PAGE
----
Doctor training boost for Otago Medical School

Health Minister Ayesha Verrall will announce 50 more medical school places at an event in...
Health Minister Ayesha Verrall will announce 50 more medical school places at an event in Auckland today. Photo: NZ Herald
Otago Medical School will be funded to train more doctors next year as the Government looks to address severe healthcare shortages and reduce dependence on foreign-trained doctors.

The increase of 50 students will be allocated across the two medical schools in Dunedin and Auckland in a funding boost which will lift domestic enrolments to 589 places a year. 

While it does not go as far as some in the sector have been urging, it will be welcomed by university leaders and medical associations who have been seeking a lift in funded enrolments for several years. The intake was last raised in 2015, by 35 places.

Health Minister Ayesha Verrall will announce the funding boost at a speech at the University of Auckland today. The initiative will cost an estimated $23 million a year over 10 years.

Dr Verrall said the Government wanted to train and retain as many local health workers as possible.

“We have always been reliant on overseas-trained doctors, and we recognise the skills and knowledge the international workforce brings to our workforce,” she said.

“However, to address inequities in the system and build a sustainable workforce, we must grow and invest in our domestic doctors, especially when there is global competition for internationally trained doctors.”

Nearly half of New Zealand’s medical workforce graduated overseas. While foreign-trained doctors are highly valued here, they are also more likely to leave again after a few years and are not considered a long-term solution to shortages.

Locally trained doctors are more likely to remain in New Zealand permanently and are considered important for addressing this country’s cultural needs.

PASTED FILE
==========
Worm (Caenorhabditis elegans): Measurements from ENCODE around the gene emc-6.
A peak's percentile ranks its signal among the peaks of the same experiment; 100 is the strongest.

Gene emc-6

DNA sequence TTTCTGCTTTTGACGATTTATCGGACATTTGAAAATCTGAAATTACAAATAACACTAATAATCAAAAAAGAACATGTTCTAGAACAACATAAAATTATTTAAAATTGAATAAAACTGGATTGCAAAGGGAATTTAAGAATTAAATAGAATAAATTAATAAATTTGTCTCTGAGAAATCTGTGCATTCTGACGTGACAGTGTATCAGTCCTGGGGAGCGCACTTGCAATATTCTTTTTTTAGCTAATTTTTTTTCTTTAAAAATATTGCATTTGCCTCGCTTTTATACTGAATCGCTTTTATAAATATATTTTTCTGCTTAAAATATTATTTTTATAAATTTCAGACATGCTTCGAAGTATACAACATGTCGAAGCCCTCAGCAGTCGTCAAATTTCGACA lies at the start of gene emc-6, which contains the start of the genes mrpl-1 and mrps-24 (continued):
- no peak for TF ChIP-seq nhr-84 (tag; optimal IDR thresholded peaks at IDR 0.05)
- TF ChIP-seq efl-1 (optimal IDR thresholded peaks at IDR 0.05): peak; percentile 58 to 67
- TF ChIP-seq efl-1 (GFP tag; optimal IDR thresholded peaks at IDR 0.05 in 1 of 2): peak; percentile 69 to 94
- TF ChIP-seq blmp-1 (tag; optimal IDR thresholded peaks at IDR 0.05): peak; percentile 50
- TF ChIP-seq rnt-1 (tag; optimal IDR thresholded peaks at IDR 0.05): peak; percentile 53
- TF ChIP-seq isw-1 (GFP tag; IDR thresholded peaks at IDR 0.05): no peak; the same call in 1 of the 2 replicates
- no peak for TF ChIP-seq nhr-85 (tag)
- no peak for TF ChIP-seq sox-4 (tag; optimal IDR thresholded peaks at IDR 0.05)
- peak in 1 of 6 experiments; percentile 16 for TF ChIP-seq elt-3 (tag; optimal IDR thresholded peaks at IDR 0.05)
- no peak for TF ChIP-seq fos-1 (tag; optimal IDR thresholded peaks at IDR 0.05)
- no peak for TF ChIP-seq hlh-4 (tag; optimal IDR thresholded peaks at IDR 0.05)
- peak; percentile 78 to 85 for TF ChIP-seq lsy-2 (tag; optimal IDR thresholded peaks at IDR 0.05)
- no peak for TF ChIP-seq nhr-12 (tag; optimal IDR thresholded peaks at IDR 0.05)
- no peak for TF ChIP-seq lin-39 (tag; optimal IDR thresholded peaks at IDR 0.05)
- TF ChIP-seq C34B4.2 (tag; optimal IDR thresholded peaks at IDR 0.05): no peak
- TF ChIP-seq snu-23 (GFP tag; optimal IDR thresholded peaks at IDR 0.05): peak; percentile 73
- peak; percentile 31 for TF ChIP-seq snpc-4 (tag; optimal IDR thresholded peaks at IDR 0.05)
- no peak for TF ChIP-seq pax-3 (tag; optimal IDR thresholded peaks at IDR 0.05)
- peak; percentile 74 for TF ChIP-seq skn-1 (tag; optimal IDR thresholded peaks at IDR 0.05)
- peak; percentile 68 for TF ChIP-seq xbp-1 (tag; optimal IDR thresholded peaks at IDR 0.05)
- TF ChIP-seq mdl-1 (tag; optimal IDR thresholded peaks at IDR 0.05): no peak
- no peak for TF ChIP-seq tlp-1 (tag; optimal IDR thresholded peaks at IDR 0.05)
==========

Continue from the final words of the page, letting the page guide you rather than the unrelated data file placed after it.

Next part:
New Zealand produces relatively few domestic graduates. Australia, with a population five times larger than New Zealand, trains seven times as many medical students.

The Government targeted foreign recruitment in the last two years by changing immigration settings and offering fast-tracked citizenship to health workers.

However, the recruitment campaigns have had modest results and faced stiff competition from other countries also facing chronic shortages.

The increase of 50 medical school places will not be enough on its own to stem shortages. The Residents Doctors Association estimated that New Zealand urgently needed 300 extra medical graduates a year to keep up with a growing, ageing population and replace retiring doctors.

But there were limits to how fast medical schools could increase their intake, the Government has said. In particular, hospitals and GP clinics’ capacity to supervise students in the later years of their degree was currently very limited.

It is not yet known how this pressure point will be addressed with the larger medical school intake.

Doctor shortages are being felt in all sectors, but especially in general practice. The average GP age is 53 and a Royal NZ College of GPs survey in 2020 found around half of GPs were planning on retiring over the next decade.

Roughly 25 per cent of medical graduates each year go into general practice, a rate which will not address the worsening shortage.

There has been occasional discussion of a third medical school in New Zealand - an idea which the National Party says it will explore if in power.

The University of Waikato and Waikato DHB made a joint bid in 2016 for a new medical school with an initial intake of 120 students, but the proposal was shut down in 2018 by the Labour-led government.